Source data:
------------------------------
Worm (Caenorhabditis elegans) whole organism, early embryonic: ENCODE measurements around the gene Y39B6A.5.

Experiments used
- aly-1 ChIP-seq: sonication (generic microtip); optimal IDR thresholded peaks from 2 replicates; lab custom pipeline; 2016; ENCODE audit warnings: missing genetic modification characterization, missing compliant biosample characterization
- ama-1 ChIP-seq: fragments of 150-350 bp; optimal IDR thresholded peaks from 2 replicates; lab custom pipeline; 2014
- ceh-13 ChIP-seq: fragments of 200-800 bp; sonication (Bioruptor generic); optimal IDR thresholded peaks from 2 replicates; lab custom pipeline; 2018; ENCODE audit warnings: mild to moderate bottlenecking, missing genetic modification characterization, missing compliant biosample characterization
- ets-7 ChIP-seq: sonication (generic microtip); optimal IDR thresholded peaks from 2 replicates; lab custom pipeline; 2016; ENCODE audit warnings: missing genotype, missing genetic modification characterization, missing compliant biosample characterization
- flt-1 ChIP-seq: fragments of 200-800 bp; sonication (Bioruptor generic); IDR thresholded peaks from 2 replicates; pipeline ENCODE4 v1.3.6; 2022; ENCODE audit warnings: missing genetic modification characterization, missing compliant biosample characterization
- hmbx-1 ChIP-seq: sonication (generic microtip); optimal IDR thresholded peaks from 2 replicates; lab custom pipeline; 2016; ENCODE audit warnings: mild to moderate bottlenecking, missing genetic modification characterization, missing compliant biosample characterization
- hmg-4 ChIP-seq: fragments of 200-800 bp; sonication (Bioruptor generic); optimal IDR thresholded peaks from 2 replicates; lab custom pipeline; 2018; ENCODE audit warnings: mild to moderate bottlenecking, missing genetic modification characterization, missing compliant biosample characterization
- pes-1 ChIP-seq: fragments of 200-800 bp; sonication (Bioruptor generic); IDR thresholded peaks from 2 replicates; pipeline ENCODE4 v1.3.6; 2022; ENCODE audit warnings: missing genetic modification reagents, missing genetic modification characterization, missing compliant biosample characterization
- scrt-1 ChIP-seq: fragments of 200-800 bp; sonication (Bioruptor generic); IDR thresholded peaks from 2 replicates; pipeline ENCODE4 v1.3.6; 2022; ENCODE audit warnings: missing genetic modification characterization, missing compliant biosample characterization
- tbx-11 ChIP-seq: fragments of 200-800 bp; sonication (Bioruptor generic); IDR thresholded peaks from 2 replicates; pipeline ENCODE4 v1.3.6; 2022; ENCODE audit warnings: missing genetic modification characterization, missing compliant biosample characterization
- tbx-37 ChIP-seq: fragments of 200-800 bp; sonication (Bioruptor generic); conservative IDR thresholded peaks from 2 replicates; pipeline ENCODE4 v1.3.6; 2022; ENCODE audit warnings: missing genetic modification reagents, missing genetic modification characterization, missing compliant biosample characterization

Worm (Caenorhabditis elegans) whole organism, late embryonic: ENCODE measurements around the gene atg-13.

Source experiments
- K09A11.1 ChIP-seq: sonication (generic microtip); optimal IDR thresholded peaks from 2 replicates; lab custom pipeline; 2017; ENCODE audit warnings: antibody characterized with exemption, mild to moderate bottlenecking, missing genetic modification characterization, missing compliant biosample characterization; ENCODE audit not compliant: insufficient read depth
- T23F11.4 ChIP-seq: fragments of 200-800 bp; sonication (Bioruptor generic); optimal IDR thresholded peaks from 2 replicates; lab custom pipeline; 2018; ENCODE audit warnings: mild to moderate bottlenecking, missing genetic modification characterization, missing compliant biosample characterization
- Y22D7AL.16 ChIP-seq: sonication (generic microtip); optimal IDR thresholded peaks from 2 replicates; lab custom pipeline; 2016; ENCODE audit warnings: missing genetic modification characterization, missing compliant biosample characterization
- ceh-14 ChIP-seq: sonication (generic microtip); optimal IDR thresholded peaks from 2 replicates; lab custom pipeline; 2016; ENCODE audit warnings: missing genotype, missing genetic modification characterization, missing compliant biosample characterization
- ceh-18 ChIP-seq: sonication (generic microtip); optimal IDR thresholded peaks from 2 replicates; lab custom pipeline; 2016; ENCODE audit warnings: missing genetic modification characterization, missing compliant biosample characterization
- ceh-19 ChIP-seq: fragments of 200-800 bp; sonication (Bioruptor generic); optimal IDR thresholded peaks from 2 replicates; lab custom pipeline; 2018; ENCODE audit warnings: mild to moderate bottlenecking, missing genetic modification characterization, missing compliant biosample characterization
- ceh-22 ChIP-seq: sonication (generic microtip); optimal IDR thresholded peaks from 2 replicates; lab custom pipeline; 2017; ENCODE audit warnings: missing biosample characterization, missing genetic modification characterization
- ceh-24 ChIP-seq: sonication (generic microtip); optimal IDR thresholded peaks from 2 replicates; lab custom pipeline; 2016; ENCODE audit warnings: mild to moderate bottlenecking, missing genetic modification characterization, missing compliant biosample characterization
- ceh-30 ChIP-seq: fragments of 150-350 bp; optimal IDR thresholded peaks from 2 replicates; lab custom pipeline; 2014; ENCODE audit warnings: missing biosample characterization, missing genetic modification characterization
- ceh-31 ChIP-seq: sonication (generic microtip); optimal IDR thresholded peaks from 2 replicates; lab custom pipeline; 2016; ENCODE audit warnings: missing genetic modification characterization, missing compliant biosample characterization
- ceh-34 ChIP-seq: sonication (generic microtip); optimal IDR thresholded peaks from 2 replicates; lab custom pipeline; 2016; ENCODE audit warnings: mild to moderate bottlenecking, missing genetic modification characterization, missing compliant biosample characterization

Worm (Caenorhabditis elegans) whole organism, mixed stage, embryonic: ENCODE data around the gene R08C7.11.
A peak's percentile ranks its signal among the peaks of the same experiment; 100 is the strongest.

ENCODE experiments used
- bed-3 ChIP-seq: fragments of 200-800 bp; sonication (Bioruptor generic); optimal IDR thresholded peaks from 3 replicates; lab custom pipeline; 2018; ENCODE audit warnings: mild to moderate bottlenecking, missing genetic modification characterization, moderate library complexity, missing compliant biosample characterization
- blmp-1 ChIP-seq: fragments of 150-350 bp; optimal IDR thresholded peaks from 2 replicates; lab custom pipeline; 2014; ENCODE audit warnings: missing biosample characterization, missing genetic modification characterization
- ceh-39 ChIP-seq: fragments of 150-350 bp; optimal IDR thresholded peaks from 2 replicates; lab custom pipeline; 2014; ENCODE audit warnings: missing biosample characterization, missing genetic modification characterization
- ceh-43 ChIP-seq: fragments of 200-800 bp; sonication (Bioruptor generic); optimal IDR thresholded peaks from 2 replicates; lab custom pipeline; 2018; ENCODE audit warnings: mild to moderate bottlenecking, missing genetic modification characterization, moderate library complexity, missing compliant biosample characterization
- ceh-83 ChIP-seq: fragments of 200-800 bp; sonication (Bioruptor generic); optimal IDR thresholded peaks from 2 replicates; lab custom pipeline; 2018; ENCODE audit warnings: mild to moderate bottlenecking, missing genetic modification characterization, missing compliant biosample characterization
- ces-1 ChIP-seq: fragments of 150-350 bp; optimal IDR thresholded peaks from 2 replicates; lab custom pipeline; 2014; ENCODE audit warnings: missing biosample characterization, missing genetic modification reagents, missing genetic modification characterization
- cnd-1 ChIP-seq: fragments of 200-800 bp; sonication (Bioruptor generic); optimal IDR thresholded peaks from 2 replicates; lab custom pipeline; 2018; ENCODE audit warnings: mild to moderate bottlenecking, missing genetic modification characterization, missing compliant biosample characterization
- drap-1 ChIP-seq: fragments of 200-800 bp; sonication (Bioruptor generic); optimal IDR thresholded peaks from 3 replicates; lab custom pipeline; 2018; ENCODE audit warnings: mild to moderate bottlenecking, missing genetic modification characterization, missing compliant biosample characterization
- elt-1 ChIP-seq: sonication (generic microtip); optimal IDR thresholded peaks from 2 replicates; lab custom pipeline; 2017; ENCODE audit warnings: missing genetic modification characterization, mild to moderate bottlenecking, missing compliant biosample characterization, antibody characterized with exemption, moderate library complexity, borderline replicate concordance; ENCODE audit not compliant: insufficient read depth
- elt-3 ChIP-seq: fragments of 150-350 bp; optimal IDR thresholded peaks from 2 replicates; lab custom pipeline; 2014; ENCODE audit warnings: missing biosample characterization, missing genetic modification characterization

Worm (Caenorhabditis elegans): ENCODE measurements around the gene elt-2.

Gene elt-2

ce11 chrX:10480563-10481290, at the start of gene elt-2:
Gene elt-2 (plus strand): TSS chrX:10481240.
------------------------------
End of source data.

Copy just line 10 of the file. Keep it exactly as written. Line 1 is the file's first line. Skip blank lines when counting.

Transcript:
- pes-1 ChIP-seq: fragments of 200-800 bp; sonication (Bioruptor generic); IDR thresholded peaks from 2 replicates; pipeline ENCODE4 v1.3.6; 2022; ENCODE audit warnings: missing genetic modification reagents, missing genetic modification characterization, missing compliant biosample characterization